Ecuador 8/31/2018 - 9/15/2018

Tuesday, 9/11/2018 - Babysitting

This morning I had another early meeting, so I ate my breakfast in my office. We had potato pancakes, bread, ham, and cheese. This morning's coffee was made with hot milk rather than water. It was very rich, even though it was just instant coffee. We don't quite know what it is with the milk here in terms of how it is processed, but it sure is a lot richer and tastier than milk at home.

Antonio has been having a lot of back pain lately. Rosa dug an enormous sweet potato out of the garden. She gave us each a raw slice, and then she used it to prepare a remedy for Antonio's back. We love the way that the family utilizes traditional remedies in addition to modern medicine. If we ever get a stomach ache or a cold, she always picks something from the garden to make tea or juice. And when Craig was sick with his MS attack, they gave him a steam bath using medicinal leaves.

El Señor Chipikins spent a lot of time sleeping in our casita today. He seemed to be hiding a bit from the kids and their constant outpouring of physical love. The kids don't know their own strength, and they manhandle him quite a bit. He doesn't seem to mind most of the time. He has a much higher tolerance for it than any cat we have ever owned. But he certainly likes to take a time-out for several hours in the middle of the day, hiding in Rosa's sewing room or our casita.

The time zone difference between here and home means that our lunchtime often coincides with my work meetings. Today was one such day, so I had to eat lunch upstairs in my office. It's a small price to pay for the ability to spend a couple of weeks at a time with our compadres.

For lunch, we had soup, meatballs in a curry-ish sauce, red cabbage, mixed veggie salad, and rice.

Rosa's niece Delia has two little girls. Ashley is Shina's age (6), and little Kelly is a toddler. Delia was helping her family with a construction project next door, so Rosa babysat the girls. Ashley remembered us from previous years, and though shy, greeted us. Kelly was an infant when we last saw her, and she was terrified of the two gringos in her midst. We gave her a wide berth to avoid upsetting her. It was tough; I wanted to scoop her up into a big hug. But like her sister, we are sure that she will be more comfortable around us with repeated exposure.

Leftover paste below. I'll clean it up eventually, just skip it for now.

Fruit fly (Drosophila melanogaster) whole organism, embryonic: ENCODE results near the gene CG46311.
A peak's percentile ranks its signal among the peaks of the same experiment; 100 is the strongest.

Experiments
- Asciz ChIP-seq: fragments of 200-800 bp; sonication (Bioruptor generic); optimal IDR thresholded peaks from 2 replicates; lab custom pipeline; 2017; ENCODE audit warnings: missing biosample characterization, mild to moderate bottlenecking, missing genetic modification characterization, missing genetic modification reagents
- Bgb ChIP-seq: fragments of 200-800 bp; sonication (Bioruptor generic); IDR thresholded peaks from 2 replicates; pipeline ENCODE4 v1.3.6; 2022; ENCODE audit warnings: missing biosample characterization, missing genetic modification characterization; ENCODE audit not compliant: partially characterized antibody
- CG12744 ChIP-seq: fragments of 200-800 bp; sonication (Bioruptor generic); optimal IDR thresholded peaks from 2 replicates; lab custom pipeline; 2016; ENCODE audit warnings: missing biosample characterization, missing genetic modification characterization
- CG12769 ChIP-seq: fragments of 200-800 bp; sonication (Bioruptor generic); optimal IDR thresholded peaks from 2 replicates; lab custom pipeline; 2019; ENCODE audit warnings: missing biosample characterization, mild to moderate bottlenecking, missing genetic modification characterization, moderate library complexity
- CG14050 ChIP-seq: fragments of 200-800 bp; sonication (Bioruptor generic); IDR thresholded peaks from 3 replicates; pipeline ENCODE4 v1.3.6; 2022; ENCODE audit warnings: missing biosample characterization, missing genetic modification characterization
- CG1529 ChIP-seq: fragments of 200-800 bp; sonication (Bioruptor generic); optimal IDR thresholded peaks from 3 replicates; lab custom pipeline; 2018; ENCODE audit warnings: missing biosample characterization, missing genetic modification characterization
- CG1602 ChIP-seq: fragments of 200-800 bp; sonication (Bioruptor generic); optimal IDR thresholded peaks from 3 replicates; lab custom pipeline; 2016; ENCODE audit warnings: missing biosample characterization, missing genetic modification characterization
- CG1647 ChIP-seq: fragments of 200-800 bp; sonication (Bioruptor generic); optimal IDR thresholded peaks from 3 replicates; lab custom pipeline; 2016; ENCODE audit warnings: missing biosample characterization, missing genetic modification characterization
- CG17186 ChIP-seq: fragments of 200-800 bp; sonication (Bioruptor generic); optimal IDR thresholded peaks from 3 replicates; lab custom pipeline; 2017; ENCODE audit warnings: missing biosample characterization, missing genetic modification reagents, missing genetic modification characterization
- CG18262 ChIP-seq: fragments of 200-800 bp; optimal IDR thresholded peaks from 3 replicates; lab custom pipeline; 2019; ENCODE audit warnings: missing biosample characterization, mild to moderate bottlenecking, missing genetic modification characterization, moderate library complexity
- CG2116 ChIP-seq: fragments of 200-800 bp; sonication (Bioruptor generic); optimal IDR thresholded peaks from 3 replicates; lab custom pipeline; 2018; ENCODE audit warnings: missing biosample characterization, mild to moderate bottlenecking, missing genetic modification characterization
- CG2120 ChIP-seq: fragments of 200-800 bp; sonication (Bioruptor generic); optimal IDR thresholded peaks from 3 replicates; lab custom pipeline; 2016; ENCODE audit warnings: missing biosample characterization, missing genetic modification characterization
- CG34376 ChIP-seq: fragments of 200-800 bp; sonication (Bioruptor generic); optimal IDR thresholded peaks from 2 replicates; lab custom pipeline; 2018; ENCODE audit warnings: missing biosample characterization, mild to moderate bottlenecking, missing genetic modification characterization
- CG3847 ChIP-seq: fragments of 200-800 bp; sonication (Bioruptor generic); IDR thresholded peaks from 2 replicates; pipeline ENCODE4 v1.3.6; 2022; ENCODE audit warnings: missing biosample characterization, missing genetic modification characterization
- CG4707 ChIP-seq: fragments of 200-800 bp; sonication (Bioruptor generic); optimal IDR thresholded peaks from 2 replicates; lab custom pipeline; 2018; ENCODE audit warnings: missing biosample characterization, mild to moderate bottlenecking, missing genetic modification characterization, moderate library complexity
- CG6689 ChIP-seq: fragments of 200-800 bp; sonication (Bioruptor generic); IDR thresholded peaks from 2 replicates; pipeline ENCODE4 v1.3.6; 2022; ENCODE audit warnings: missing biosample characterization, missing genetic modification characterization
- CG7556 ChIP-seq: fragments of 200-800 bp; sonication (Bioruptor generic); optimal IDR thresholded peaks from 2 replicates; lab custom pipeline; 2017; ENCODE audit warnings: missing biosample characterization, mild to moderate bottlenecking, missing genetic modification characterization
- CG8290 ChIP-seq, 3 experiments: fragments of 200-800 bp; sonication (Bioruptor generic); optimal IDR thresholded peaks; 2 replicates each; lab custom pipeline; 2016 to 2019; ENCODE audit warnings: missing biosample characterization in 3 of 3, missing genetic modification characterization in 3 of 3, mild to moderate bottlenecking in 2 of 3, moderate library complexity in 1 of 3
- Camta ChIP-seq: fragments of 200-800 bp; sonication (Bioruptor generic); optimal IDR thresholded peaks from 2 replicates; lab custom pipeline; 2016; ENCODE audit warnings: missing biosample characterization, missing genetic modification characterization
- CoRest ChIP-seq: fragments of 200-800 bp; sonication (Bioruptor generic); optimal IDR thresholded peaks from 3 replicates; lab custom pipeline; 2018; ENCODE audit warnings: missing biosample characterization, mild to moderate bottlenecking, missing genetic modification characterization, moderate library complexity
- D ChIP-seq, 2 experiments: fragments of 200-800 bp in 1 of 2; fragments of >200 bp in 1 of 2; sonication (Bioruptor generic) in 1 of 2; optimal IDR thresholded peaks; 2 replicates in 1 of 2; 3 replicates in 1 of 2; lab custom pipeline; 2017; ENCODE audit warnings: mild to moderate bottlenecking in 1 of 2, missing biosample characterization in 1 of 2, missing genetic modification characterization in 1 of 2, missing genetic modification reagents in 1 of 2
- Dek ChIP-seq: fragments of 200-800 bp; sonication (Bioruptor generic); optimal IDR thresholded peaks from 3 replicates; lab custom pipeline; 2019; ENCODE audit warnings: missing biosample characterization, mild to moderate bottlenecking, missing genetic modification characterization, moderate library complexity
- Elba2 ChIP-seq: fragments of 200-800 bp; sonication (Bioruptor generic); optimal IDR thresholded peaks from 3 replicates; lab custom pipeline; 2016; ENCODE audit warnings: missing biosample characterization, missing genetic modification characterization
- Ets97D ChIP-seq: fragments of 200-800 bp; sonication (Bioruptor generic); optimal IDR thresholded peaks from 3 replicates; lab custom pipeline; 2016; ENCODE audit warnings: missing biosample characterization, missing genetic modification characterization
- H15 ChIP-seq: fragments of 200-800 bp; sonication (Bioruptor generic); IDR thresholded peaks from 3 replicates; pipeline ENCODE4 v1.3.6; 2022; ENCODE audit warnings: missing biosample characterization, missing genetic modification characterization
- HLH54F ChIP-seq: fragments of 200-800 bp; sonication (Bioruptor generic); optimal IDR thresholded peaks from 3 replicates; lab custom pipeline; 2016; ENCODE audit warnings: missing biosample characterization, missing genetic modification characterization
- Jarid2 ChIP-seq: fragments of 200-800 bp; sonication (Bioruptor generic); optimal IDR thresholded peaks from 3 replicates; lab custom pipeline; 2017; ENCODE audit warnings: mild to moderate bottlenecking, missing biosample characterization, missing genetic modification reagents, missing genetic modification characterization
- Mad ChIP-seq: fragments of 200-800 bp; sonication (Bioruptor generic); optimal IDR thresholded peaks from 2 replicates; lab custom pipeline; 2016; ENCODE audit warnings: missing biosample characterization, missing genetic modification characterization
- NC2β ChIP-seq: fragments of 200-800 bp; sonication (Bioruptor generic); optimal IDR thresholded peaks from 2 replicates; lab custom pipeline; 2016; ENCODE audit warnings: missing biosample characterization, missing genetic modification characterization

El Señor Chipikins showed up with black all over the side of his face and his neck. It looked like he had been exploring in the sooty corners of Abuelita's outdoor kitchen. Since he had taken so well to a bath after being covered with blueberry juice last week, I decided to try it again. And this time Craig was filming it.

I carried the cat to the outdoor sink and lightly held him while I scrubbed his face. He seemed to like it, so I used the boat brush that they use to scrub laundry. I put a little bit of soap on it and gently rubbed the side of his face and neck. I scrubbed him until the soot was gone. Then I had to rinse him well to remove the soap. He got a bit antsy as the cold water hit him, and at one point he swatted at the water droplets. But he was patient and endured it well. He is truly the most laid-back cat I have met.

Giving El Señor Chipikins a bath

Speaking of bathing, we had hoped that the gas truck would arrive yesterday so that we could take a hot shower. But it hadn't. It hadn't arrived today either. In between lunch and dinner, when Rosa wasn't using the stove, we asked if we could borrow the kitchen gas tank and hook it up to our water heater. Rosa was happy to oblige, and we enjoyed our very brief but hot showers before returning the tank to the kitchen.

When I was done with work for the day, we hung out with Rosa and the kids in the kitchen. Rosa was going through Shina's school supplies, making sure that she had everything. I helped to put name tags on Shina's books, and to put plastic book covers on them.

We practiced English with Sisa, teaching her phrases such as "please pass the napkins." For dinner, we had carrot soup, chicken, avocado (a gift from Felipe and Maria Jose), peas, rice, and radishes.
Rosa and her great-niece Kelly

Rosa and her great-niece Kelly

Shina, Ashley, Sisa, and Yupanqui

Shina, Ashley, Sisa, and Yupanqui

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